3 out of 4 stars
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Zara Hanson and The Mystery Of The Painted Symbol by J.L. Haynes is a Sci-Fi thriller about a Special Agent and the bewildering adventure she embarks on.
Zara Hanson, a quick-witted, resourceful and skilled agent gets the assignment of a lifetime. An assignment which puts her in close contact with not one, but two enigmatic characters; estranged brothers; and of course their loyal sidekicks. An encounter which would change her in ways so dynamic, her world is tilted on its axis and never remains the same. Soon enough Zara finds herself unravelling hidden secrets and depths to herself she could never have imagined. With the help of her extraordinary companions, she discovers that their meeting was not by coincidence, their lives entangling since before the dawn of time and their involvement predestined by forces beyond their control.
An unexpected gift bestowed on her, allows her to experience past lives and draw on ancient martial skills. Zara also unravels the mystery behind her birth, revealing her to be a descendant of a long line of fierce warriors charged with protecting the weak. Thus like all great warriors, Zara gets drawn into a race against time and the considerable odds stacked against her and her companions to save the world as she knows it. Luckily Zara Hanson is nothing if not ready, not only is she up to the task, but with the help of the friends she makes along the way, she has no trouble unlocking secrets long hidden to reveal the mystery behind the painted symbol.
Zara Hanson and The Mystery of The Painted Symbol by J.L. Haynes is a highly complex prose of Scientific Fiction and a little bit of Espionage to spice things up. The author employs the use of philosophical theories and narratives, as well as complex metaphysical terminologies and concepts. The narration is quite formal and tends to paint abstract imagery, but the terms of expression are clear and it is not difficult to pick up the storyline.
At the beginning of the story, the imagery is a bit complex and hard to follow as the descriptions are almost too technical and the use of advanced scientific terms may stump a reader unfamiliar with them. Subsequent chapters however do not have this issue. The action is fast-paced and described curtly and succinctly, the wry witty humour of the characters are delightful to read. The chapters are not too long or exhaustive and the story is quite engaging.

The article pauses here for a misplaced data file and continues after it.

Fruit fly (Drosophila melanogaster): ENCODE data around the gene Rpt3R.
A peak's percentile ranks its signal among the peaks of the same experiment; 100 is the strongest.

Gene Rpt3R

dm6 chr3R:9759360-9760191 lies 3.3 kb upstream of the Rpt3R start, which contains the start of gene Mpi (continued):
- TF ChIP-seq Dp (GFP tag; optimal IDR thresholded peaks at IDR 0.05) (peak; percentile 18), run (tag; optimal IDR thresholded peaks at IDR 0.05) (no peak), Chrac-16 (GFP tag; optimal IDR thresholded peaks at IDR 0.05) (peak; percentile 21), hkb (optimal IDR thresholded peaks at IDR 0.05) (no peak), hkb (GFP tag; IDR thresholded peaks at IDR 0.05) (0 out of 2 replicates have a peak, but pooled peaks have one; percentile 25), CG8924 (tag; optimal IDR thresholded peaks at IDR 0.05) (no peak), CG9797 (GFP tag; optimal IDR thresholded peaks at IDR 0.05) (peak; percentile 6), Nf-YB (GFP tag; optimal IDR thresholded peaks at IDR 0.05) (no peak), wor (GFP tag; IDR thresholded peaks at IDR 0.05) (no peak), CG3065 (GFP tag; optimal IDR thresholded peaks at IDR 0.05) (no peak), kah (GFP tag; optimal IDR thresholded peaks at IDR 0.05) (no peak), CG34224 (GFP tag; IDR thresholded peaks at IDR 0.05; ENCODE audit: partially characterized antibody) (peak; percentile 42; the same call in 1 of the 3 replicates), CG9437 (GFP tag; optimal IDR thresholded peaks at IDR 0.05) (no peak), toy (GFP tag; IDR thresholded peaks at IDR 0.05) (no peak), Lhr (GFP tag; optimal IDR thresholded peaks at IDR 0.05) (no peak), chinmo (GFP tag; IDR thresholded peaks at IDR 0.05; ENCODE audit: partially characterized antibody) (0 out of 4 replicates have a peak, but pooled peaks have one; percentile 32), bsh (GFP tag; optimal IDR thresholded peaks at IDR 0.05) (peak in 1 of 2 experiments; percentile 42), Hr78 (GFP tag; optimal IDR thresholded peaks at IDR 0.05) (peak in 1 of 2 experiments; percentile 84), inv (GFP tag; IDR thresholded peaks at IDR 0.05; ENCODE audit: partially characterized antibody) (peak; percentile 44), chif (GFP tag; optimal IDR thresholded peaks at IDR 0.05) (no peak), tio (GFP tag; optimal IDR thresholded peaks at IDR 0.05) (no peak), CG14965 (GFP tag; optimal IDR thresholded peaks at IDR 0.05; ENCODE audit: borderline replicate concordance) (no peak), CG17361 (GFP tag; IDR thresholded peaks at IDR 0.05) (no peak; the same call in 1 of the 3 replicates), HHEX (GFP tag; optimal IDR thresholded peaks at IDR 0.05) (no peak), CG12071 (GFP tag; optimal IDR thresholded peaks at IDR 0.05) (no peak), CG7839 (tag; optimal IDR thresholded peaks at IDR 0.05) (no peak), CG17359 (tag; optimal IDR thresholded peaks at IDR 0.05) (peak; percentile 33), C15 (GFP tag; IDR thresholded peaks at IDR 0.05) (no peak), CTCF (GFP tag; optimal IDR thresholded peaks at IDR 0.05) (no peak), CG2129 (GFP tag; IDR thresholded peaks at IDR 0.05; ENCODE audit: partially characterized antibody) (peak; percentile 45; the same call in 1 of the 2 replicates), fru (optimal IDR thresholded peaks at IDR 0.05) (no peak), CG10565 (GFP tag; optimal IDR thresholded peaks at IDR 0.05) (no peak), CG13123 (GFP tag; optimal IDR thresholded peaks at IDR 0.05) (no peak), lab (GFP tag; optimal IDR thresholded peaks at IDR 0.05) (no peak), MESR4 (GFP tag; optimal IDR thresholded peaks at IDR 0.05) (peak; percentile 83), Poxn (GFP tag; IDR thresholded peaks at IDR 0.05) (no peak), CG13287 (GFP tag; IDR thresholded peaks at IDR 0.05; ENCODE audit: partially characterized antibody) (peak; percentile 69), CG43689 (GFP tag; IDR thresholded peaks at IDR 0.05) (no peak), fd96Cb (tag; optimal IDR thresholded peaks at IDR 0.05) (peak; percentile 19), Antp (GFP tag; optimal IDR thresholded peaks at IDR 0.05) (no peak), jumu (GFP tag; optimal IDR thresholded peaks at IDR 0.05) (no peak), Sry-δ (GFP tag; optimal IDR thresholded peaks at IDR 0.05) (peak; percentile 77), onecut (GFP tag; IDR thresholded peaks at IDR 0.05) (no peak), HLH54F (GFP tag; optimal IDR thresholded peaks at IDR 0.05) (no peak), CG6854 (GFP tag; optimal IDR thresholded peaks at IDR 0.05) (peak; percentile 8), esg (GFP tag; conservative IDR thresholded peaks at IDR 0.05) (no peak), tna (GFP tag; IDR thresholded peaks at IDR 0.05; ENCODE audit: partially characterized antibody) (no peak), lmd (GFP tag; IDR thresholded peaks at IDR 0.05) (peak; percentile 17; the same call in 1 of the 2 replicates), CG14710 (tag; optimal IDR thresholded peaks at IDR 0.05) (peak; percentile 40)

J.L. Haynes in this novel, thoroughly provokes thought with his use of philosophical narratives and sends an underlying message to the reader, particularly in relation to our development as a society. One question readers will definitely ask at the conclusion of this novel is: Do we seek advancement, evolution and innovation at the expense of our conscience, environment, or those expendable elements of our society? This thoughtful reflection the author evokes is an element I quite enjoyed.
Conversely, the fast-paced action which I enjoyed throughout the story slows down towards the end and the narrative seems to drag, making the last concluding chapters a bit of work to get through. This is an element I liked the least.
My overall impression is that it is a well-written novel with hidden depths. However if you’re looking for a light, fluffy read then this is not for you. I recommend to all those who like philosophy and physics as the concepts used here rely heavily on those subjects. Although if you’re like me and don’t mind a challenge, nor frequently consulting a dictionary at most points, then you can also give this a try.
Zara Hanson and The Mystery Of The Painted Symbol for me ranks 3 out of 4 stars and would definitely push the reader looking for that contemplative read. I’m giving it a 3 and not a 4 because some of the concepts used in description are not explained or are used in abstract, so one knows next to nothing of what they depict. Consequently it is not a 2 because the story appears well-written and even professionally edited with a few errors which may be construed as subjective in most cases. Conclusively, there are no erotic scenes and the use of swearing is quite minimal and mostly subjective.
Zara Hanson & The Mystery of the Painted Symbol
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